Alejandro G. Inarritu‘s Birdman (Fox Searchlight, 10.17), an audacious, darkly hilarious serving of snap-crackle brilliance and psychological excavation par excellence, blew the roof off the Werner Herzog theatre last night. I was giddy, ecstatic, swooning as I half-stumbled into the night air…so was almost everyone I spoke to about it over the next two or three hours. Okay, not everyone but those who were hungry and adventurous and receptive enough to revel in a work of reaching, swirling genius…pig heaven!

Like I said on Twitter last night, it’s an all-but-guaranteed Oscar nominee in several categories — Best Picture, Best Director (Inarritu), Best Actor (Michael Keaton), Best Original Screenplay, Best Supporting Actor (Edward Norton), Best Supporting Actress (Emma Stone), Best Cinematography (Emmanuel Lubezki), Best Editing, etc.

Birdman is not just a visual groundbreaker — not actually a single seamless, roving Steadicam shot from start to finish but a wonderful illusion of this. It’s more profoundly a searcher, reacher and a mad leaper of a film with one live-wire, mad-rodent performance after another. Everyone sings and dances and somersaults in this tag-team circus but Keaton is the leader and the daddy. He opens himself up and slices in like a surgeon in an awesome, at times unsettling tour de force. Whether he wins the Best Actor Oscar or not, you can absolutely call him the Comeback Kid.

And I’m barely mentioning the twitchy, hair-trigger aliveness of Norton, Stone and Andrea Riseborough, Amy Ryan and Naomi Watts. Not to mention a pleasurably toned-down Zach Galifianakis minus the man-diaper. I’ve despised each and every performance ZG has given previously so this was a revelation — I actually respected and enjoyed his anxious, screwed-down theatrical producer.

Birdman is about Riggan Thomson (Keaton), a has-been Hollywood actor who was quite hot in the ’80s and ’90s, especially after portraying the mythical Birdman, a winged superhero, in three effects-driven, ComicCon-friendly blockbusters about same, but whose fortunes declined after he “said no to Birdman 4” — essentially a Keatonesque self-portrait. Thomson is now struggling to make a kind of artistic comeback in a Broadway adaptation of Raymond Carver‘s “What We Talk About When We Talk About Love.”

All the fears and anxieties that plague every artist or would-be artist who has ever tried to expand his/her repertoire are crawling all over Thomson like insects. Everyone is on him or in him — pushy costar Mike Shiner (Norton), his angry daughter (Stone), ex-wife (Ryan), girlfriend (Riseborough). He peaked 20 years ago, is “over” in 20th Century terms (unknown or marginal in the eyes of under-25s, no Twitter or Facebook accounts), is self-loathing and emotionally unstable in fits and starts, admitting to having been a lousy dad, panicking about the play being an embarassment or panned by the N.Y. Times or both…no comfort, stomach acid, teetering on the edge.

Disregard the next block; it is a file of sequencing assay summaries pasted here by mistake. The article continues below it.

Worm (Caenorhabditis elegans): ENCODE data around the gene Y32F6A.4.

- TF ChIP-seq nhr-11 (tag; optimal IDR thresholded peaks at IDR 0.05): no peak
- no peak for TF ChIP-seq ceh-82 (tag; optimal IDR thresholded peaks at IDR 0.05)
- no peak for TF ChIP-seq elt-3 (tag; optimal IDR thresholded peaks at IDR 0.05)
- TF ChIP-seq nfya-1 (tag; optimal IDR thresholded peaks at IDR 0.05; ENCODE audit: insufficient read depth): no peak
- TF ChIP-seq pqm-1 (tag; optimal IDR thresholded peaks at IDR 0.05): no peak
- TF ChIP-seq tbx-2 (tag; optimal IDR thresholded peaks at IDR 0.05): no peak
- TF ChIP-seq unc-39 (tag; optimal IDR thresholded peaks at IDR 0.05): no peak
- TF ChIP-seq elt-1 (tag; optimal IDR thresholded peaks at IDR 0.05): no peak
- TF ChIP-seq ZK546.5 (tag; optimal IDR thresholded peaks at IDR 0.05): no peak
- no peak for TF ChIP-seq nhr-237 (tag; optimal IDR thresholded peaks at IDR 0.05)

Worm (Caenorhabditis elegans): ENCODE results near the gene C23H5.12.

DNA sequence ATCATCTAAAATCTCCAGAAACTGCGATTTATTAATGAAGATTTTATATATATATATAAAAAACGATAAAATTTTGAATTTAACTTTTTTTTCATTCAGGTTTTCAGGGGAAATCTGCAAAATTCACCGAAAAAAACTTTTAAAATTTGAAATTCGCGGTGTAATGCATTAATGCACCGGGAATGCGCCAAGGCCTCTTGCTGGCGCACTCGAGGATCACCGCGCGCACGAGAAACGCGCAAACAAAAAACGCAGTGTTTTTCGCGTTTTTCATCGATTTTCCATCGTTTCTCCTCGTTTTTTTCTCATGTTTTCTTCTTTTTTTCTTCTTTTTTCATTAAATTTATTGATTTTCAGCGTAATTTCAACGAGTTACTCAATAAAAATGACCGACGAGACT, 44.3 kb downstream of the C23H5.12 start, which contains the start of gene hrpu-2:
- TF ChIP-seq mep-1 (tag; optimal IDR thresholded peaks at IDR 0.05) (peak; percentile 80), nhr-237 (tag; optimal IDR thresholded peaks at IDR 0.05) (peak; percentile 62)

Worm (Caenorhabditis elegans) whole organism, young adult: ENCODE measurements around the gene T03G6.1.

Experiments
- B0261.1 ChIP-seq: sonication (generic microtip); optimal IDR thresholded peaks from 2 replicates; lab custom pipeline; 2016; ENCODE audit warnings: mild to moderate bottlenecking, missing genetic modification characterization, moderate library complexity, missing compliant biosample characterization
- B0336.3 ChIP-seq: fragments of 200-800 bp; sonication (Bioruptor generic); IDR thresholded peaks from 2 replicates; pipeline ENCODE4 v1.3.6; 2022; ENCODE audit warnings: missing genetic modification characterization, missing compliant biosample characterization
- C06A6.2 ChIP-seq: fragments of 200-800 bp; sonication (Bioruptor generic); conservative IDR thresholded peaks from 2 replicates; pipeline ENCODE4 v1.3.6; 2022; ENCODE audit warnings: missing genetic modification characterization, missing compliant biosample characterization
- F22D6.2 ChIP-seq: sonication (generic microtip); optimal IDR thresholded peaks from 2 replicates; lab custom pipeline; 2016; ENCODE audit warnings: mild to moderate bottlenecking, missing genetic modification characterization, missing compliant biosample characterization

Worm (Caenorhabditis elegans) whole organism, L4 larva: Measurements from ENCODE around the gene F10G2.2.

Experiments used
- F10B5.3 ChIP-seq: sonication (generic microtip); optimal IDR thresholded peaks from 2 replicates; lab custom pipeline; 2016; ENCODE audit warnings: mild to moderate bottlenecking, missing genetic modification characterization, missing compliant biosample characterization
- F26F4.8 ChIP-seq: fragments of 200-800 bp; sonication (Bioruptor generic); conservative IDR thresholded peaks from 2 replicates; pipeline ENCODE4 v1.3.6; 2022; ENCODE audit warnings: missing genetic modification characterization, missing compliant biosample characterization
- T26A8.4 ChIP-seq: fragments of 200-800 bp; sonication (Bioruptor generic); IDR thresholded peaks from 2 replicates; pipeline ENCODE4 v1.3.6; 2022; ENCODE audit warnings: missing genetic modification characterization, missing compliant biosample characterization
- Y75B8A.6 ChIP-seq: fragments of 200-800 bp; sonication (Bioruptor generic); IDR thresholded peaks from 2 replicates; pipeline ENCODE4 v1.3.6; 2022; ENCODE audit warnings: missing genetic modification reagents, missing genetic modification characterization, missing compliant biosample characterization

Birdman is one of the most antsy, emotionally exposed, drill-down big-city comedies I’ve ever experienced, and probably the most transcendent, spirit-lifting film I’ve seen this century with Children of Men running a close second. It’s actually more of a psychological angst-and-anxiety movie with an infusion of Ingmar Bergman enzymes and occasional hyena laughs. It’s not a laugh riot per se but when it connects it’s fall-on-the-floor.

And yet Birdman is (and I love this aspect) fundamentally a New York-centric flick about the state of current creative aspirations and values, and a film that hates the fleeting, Twitter-propelled consciousness that defines almost everything today. It’s in love with the real-deal gleam and glimmer of the Broadway stage and the tough, anxious performers who put themselves on the line in front of discerning audiences…all that romantic All About Eve smell-of-the-crowd lore fast-forwarded 65 years. It follows that Birdman despises the Hollywood that has manifested over the last 20 or 25 years — a town of ADD, effects-driven, ComicCon-catering swill merchants. So don’t kid yourself — this is a nervy anti-Hollywood movie that the status-quo clingers and comfort-seekers are probably going to shy away from or regard from a certain distance.

A movie this audacious and groundbreaking and wonderfully challenging, a movie this smart and nervy and go-for-broke-ish…well, we know what kind of reception awaits, don’t we? If you’ve seen Amadeus you know its virtues are going to be undervalued by and perhaps even lost on the Salieris in our midst. The Salieris and particularly the Emperor Joseph II’s of Austria who will watch Birdman and stroll into the megaplex lobby and say to their well-off, Porsche Cayenne-driving friends, “Very good, very lively!…but perhaps too many notes.”

I heard more than a few reactions last night from comfort-blanket types. Some were apparently un-nerved by the constantly-moving, no-visible-edit Steadicam feeling. Some felt that the anti-Hollywood currents along with psychological edge-of-darkness atmosphere was not to their particular liking. Some felt that the dark, vaguely inconclusive ending left them in a funny place. (For a depressing analysis of this, read Scott Feinberg’s Hollywood Reporter piece.) Many more safe-haven types, it seemed last night, were declaring their love for The Imitation Game — a sad, handsome, impressively acted World War II period drama about a misunderstood, tragically under-appreciated genius.

Birdman is awesomely Mozartian. The Imitation Game isn’t a Salieri film — it’s a smooth, satisfying, highly accomplished drama of its type, one that I respect quite a lot — but it’s being championed right now by the Salieri descendants.

Trust me — those who are more into excitation and freshness and cliff-leaping thrills were off-the-ground about Birdman last night, and I’m telling you right now that the Birdman wars are going to generate a lot of ink between now and early December.